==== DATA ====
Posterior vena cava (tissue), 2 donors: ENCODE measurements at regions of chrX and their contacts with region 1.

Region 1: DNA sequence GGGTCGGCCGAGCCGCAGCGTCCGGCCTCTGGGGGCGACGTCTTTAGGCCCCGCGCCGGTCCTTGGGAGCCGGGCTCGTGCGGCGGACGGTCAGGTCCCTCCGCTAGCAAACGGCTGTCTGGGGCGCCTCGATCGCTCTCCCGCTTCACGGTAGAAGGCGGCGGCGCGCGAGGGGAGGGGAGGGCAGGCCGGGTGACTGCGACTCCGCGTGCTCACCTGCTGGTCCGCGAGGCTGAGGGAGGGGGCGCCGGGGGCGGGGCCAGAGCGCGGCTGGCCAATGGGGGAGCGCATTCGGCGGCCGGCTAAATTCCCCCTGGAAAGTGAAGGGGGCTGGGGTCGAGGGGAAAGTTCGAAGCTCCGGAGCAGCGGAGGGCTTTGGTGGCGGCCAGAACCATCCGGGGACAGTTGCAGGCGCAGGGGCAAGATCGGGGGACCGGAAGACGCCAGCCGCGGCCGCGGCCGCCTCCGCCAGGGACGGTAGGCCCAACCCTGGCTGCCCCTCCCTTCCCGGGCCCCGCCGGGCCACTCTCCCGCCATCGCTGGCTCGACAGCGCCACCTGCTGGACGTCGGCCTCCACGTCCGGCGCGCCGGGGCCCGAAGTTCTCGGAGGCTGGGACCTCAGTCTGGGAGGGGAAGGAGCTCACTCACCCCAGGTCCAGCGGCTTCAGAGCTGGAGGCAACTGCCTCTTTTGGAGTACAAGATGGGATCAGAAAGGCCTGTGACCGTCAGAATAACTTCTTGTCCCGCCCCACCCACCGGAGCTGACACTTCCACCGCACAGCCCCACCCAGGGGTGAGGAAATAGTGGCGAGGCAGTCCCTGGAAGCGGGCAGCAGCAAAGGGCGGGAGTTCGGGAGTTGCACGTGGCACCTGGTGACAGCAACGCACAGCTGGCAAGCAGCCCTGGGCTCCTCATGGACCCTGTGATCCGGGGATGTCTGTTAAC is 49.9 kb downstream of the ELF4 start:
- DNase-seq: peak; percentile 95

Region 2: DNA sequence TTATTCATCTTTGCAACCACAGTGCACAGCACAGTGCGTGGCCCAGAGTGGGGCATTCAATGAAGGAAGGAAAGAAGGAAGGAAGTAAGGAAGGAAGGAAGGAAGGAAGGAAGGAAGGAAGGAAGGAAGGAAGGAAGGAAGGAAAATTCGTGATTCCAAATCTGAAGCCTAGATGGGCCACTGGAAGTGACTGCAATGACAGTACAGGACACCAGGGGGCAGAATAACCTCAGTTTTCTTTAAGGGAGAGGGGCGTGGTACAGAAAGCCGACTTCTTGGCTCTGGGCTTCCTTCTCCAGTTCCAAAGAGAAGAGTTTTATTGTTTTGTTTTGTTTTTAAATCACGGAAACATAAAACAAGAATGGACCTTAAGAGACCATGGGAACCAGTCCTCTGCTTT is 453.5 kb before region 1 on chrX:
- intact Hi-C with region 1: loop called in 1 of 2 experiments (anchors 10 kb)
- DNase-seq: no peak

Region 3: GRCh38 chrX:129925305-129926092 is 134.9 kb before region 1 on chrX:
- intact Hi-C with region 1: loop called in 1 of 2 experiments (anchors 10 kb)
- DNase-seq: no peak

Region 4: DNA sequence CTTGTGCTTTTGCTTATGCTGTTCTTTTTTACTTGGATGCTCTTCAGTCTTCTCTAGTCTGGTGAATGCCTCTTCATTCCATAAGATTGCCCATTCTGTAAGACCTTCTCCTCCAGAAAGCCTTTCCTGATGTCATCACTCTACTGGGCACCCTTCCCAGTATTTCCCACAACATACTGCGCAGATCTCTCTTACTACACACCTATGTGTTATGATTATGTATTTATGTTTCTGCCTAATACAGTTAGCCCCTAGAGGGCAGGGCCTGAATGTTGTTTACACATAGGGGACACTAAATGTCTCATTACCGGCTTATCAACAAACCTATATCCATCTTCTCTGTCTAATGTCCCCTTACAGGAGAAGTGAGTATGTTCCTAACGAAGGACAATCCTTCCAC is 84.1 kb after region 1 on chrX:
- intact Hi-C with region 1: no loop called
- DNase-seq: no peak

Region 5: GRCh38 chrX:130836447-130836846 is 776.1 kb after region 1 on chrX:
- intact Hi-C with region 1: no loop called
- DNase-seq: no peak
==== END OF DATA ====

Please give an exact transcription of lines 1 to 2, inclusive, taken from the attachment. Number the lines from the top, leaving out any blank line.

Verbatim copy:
Posterior vena cava (tissue), 2 donors: ENCODE measurements at regions of chrX and their contacts with region 1.

Region 1: DNA sequence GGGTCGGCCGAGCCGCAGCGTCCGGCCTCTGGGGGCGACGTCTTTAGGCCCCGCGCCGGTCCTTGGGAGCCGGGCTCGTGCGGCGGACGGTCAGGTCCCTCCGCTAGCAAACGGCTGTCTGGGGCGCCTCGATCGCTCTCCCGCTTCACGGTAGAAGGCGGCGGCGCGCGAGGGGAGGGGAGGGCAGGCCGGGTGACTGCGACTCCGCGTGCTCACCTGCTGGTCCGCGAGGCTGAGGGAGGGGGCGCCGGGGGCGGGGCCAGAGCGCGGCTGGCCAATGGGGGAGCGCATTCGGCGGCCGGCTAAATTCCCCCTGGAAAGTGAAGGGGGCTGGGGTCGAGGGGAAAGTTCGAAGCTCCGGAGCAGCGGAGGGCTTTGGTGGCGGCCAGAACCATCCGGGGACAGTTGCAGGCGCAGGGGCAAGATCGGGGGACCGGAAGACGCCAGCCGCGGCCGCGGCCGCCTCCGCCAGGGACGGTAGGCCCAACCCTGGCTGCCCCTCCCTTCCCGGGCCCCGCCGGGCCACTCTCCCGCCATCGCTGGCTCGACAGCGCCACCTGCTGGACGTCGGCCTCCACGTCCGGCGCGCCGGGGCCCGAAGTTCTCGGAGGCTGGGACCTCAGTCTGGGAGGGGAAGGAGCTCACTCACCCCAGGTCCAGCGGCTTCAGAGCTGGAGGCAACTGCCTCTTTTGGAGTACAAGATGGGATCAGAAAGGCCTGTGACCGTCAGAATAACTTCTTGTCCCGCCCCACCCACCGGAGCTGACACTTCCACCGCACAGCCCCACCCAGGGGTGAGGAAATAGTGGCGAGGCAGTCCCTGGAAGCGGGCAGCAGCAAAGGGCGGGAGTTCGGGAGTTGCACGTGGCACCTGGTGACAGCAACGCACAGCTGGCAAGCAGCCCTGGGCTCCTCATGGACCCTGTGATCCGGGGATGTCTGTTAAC is 49.9 kb downstream of the ELF4 start: